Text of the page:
- The Boox Note Air3 C is a color E-Ink device that replaces traditional notebooks and offers a clear and vibrant display.
- It runs on Android 12, allowing users to install their favorite apps and customize the interface.
- While the device has limitations when it comes to video playback and some apps, it offers expandable storage and a customizable interface.
The Onyx Boox Note Air3 C is a color E-Ink notebook that lets you easily jot down meeting notes and shopping lists, make notes while reading ebooks, or draw to your heart’s desire. You get the same drag as you do on actual paper, so it feels fantastic to write on. Available for a cool $500, the package includes a stylus, several replacement tips, and a magnetic case. But while it runs Android 12 and can handle a wide range of everyday tasks, the inherent limitations of an E-Ink screen mean video playback will still stutter, and not all apps will be suitable.
Onyx Boox Note Air3 C
The Boox Note Air3 C is a color E-Ink device that will replace all your notebooks. Running on Android, this device comes with 64GB of storage space for all the apps you want to install, but you can easily expand to 2TB with a microSD card.
- 10.3″ Kaleido 3 Carta
- 2480 x 1860 (300 ppi)
- WiFi (2.4GHz + 5GHz), Bluetooth 5.0
- Front Light
- Android 12
- 430g (15oz)
- 8.9 x 7.6 x 0.23 inches (226 x 193 x 5.8mm)
- 2.4Ghz Octa-core + BSR
- Clear and vibrant display
- Expandable storage up to 2TB (64GB built-in)
- Runs Android 12, so you can install any of your favorite apps
- Customizable interface and split-screen capable
- The magnetic case offers limited protection and makes charging tricky
- Inherent E-Ink limitations when it comes to video and some apps
What You Need to Know About the Boox Note Air3 C
When I reviewed the Boox Palma I said that it had a bit of an identity crisis because it wanted to do so many things even though it was, primarily, an eReader. The Onyx Boox Note Air3 C doesn’t seem to have the same issue, being branded as a “color ePaper notebook.” That’s exactly what this device is, although it does come with some extra features that are more than welcome.
The device is a little wider than an A5 notebook, with some extra grip room on the side. It’s also highly portable, measuring 8.9 x 7.6 x 0.31 inches and weighing 15oz (430g).
The Boox Note Air3 C sports an E-Ink Kaleido 3 Carta screen with 4,096 colors and 300ppi resolution, making it perfect for writing notes, making annotations, reading the news, looking up information online, reading books, and so on. The screen is perfectly flush with the aluminum case, which gives it a sleek look and a great feel. You should, however, be extra careful not to drop it because its magnetic case doesn’t offer much protection against bumps. The screen also includes adjustable front lighting, which you won’t actually see—but it’s there. Depending on your settings, this can dim and brighten according to the light levels in your room.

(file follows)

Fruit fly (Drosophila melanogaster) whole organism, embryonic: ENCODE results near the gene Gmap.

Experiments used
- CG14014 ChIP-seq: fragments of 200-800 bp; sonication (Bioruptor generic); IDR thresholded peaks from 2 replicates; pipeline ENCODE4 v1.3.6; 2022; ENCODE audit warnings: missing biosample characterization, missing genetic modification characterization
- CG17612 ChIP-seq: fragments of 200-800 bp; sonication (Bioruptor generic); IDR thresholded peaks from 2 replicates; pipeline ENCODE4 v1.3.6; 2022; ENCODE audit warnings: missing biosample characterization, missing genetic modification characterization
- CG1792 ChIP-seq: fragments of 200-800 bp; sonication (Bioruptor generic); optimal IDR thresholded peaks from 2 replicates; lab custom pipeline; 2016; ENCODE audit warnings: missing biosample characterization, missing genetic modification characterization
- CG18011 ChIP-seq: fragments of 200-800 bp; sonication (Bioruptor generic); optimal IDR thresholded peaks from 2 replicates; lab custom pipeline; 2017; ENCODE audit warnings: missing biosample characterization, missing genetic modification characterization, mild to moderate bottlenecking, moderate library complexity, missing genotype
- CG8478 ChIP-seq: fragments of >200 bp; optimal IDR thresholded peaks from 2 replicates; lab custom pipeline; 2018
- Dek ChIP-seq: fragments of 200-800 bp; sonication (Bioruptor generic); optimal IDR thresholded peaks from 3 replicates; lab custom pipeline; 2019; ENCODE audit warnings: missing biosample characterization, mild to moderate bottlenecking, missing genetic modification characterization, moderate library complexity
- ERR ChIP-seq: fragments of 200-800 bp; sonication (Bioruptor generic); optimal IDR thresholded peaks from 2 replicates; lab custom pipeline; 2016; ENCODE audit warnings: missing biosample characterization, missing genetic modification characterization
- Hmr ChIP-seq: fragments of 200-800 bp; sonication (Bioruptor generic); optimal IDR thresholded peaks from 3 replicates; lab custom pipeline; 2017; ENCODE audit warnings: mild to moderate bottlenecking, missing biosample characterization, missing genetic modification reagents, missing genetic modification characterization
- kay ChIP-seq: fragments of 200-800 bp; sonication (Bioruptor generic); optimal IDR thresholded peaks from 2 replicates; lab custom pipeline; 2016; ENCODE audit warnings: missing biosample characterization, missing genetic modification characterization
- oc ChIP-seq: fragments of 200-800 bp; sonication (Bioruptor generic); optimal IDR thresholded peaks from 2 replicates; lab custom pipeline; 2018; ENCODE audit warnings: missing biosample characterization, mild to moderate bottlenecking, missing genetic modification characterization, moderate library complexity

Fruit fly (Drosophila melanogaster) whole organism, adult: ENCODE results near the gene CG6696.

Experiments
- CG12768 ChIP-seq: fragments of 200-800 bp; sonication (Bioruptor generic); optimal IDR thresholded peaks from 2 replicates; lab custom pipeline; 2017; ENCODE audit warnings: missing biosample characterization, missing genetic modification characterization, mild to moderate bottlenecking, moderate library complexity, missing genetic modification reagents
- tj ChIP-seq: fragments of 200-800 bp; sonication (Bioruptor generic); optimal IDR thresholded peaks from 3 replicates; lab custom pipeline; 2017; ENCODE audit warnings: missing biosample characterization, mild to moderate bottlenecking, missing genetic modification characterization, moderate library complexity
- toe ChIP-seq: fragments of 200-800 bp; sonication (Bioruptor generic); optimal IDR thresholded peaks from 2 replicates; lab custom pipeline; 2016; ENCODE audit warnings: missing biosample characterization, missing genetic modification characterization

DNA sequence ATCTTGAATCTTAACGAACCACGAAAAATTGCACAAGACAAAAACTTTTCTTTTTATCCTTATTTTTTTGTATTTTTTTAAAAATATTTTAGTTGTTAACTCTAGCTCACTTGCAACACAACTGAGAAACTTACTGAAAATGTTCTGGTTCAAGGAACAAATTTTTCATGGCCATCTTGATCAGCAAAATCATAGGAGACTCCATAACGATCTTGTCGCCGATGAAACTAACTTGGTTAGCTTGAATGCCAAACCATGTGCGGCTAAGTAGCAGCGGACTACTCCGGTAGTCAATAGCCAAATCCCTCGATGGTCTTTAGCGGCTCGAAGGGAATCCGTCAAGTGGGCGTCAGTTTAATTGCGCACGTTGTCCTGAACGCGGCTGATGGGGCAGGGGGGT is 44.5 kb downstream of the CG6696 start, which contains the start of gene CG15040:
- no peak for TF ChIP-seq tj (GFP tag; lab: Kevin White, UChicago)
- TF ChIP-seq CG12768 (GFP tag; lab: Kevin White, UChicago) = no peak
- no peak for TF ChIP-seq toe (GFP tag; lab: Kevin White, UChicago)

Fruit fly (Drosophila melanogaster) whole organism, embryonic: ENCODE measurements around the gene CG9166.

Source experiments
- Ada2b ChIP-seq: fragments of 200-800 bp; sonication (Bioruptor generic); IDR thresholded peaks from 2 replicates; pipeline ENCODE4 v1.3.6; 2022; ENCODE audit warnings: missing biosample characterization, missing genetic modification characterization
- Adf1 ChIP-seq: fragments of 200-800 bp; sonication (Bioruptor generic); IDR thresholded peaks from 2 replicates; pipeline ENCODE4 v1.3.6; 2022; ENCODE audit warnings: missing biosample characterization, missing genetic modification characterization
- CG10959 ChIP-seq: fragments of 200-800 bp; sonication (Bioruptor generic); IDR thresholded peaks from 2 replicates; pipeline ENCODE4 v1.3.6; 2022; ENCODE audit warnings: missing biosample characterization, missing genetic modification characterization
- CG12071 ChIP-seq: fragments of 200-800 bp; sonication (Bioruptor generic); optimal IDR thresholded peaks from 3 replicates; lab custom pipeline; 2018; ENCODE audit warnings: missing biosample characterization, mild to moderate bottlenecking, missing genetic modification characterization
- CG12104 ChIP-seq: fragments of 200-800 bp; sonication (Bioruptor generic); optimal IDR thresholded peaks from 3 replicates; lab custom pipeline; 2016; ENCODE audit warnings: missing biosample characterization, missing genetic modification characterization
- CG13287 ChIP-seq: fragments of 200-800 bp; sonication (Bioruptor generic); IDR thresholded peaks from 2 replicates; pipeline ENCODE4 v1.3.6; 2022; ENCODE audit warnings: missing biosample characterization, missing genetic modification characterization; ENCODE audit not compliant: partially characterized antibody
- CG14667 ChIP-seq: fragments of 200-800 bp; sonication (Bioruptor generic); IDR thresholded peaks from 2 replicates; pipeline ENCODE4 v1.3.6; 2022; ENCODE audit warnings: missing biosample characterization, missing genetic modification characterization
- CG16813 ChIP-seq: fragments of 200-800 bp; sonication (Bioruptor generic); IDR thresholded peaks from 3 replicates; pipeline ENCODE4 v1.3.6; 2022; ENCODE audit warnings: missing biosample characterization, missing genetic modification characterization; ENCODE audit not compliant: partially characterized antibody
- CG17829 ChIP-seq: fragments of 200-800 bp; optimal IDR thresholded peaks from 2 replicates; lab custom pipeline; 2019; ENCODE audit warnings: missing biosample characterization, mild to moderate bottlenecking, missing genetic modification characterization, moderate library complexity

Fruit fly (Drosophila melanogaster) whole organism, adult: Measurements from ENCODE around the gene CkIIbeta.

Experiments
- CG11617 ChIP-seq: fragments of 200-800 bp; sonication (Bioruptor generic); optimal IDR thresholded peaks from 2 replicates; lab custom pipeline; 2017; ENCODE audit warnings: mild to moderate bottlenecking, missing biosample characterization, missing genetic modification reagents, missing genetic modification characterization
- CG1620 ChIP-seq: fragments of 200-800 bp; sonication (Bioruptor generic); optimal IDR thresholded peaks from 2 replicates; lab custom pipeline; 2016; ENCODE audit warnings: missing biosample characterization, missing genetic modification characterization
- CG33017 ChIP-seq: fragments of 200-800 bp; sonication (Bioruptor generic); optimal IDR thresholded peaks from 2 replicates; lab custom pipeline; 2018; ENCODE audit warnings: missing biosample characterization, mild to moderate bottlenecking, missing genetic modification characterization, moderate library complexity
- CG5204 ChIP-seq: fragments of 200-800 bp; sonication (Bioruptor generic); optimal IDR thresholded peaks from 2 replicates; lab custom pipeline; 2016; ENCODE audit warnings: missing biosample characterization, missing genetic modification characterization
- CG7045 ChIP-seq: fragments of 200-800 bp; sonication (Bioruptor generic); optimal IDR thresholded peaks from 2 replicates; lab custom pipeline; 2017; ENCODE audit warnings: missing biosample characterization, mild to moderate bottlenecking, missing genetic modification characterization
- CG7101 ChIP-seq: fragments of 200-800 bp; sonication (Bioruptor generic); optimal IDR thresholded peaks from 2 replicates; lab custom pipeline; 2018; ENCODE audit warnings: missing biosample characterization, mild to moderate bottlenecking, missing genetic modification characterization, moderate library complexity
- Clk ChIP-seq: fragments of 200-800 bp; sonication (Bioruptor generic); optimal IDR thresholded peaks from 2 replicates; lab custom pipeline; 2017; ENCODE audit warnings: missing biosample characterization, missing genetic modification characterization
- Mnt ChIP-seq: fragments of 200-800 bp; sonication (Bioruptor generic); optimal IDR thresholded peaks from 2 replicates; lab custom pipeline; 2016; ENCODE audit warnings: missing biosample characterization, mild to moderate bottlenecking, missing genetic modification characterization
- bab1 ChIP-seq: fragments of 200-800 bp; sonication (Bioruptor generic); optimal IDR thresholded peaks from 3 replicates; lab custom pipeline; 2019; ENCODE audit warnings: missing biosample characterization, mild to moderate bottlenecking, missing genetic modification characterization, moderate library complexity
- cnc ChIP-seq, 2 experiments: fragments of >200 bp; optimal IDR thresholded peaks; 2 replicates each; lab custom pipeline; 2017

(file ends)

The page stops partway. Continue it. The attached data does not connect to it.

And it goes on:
The Note Air3 C only features one button for three functions: power, lock/standby (without closing in the folding case), and as a fingerprint scanner. The left side of the device features the USB-C port for charging. Worth noting here is that if you use the Note Air3 C with a case, you’ll have to leave it open when charging since you can’t access it otherwise.
Also, in the same area, you’ll find a MicroSD card slot allows you to expand the device’s memory from the built-in 64GB to up to 2TB; as well as some speakers so you can listen to music while you’re working. The 3,700mAh battery can keep you in business for weeks, although it does depend on what apps you use and how many hours you play with it.
Install Anything: It Runs Android 12
One thing you have to know about the Boox Note Air3 C is that it runs on Android 12 and comes with full support for the Google Play Store. You can install whatever app you want, from Google Books to Keep to Spotify and various ebook apps such as Kindle or Kobo. Basically, if it’s in the app store, you can install it. The question, of course, is not whether you can, but if you should. This is an E-Ink tablet, after all, so it has its limitations.While it’s far better at playing video than the smartphone-sized Palma, it’s still not going to be your main video-watching device. Then again, it doesn’t even intend to do that. Instead, you might use it to play a quick news video in an article decently enough that you understand what’s going on without having to switch devices. You won’t be chilling out on Netflix anytime soon, or wasting hours on TikTok, but you’re not meant to.You can, however, play music while you’re working. I installed Spotify and the speakers are decent enough that I didn’t switch back to my regular device for a few hours as I worked. Since it’s also equipped with Bluetooth, you can connect your headphones to the Note Air3 C if you want to. Listening to some audiobooks will work like a charm.
You’ll also find working with this electronic notebook familiar if you’re already an Android user. Dragging the top bar from the left gives you access to notifications, while dragging it from the right brings out the Control Center. You can mute the device, turn on wireless casting, or fiddle with E-Ink settings. For instance, you can adjust the dark color enhancement level, vividness, and color brightness.
Another thing you can do from here is to adjust the screen Refresh Mode. The device delivers four presets: HD, Balanced, Fast, and Ultrafast. The HD mode is the default for most apps and is perfectly suitable for text reading. If you want to enjoy video, you should go for Ultrafast. The best part is that you can customize the default refresh mode for each app you use. The tablet does this automatically where possible, but you’re free to override this, and it’ll remember your choice for each app.